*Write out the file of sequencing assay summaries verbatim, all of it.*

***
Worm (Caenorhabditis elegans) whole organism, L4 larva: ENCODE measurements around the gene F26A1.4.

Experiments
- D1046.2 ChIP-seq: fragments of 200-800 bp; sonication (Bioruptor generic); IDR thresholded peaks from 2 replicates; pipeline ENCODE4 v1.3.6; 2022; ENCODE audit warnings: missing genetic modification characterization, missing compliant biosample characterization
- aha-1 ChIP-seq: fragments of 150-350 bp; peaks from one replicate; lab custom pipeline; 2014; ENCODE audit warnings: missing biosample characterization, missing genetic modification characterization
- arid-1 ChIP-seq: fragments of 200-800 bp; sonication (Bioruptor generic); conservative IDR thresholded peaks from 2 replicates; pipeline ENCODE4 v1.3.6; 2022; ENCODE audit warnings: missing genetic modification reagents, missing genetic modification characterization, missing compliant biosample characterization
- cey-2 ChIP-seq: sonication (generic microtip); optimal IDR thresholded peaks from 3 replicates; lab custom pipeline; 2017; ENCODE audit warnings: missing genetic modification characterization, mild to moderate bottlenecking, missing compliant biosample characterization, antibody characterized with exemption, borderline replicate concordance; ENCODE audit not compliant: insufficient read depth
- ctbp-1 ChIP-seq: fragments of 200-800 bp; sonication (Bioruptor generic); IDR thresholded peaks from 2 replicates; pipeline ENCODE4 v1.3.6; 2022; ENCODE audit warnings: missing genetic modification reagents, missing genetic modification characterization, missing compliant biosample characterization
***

Worm (Caenorhabditis elegans) whole organism, L4 larva: ENCODE measurements around the gene F26A1.4.

Experiments
- D1046.2 ChIP-seq: fragments of 200-800 bp; sonication (Bioruptor generic); IDR thresholded peaks from 2 replicates; pipeline ENCODE4 v1.3.6; 2022; ENCODE audit warnings: missing genetic modification characterization, missing compliant biosample characterization
- aha-1 ChIP-seq: fragments of 150-350 bp; peaks from one replicate; lab custom pipeline; 2014; ENCODE audit warnings: missing biosample characterization, missing genetic modification characterization
- arid-1 ChIP-seq: fragments of 200-800 bp; sonication (Bioruptor generic); conservative IDR thresholded peaks from 2 replicates; pipeline ENCODE4 v1.3.6; 2022; ENCODE audit warnings: missing genetic modification reagents, missing genetic modification characterization, missing compliant biosample characterization
- cey-2 ChIP-seq: sonication (generic microtip); optimal IDR thresholded peaks from 3 replicates; lab custom pipeline; 2017; ENCODE audit warnings: missing genetic modification characterization, mild to moderate bottlenecking, missing compliant biosample characterization, antibody characterized with exemption, borderline replicate concordance; ENCODE audit not compliant: insufficient read depth
- ctbp-1 ChIP-seq: fragments of 200-800 bp; sonication (Bioruptor generic); IDR thresholded peaks from 2 replicates; pipeline ENCODE4 v1.3.6; 2022; ENCODE audit warnings: missing genetic modification reagents, missing genetic modification characterization, missing compliant biosample characterization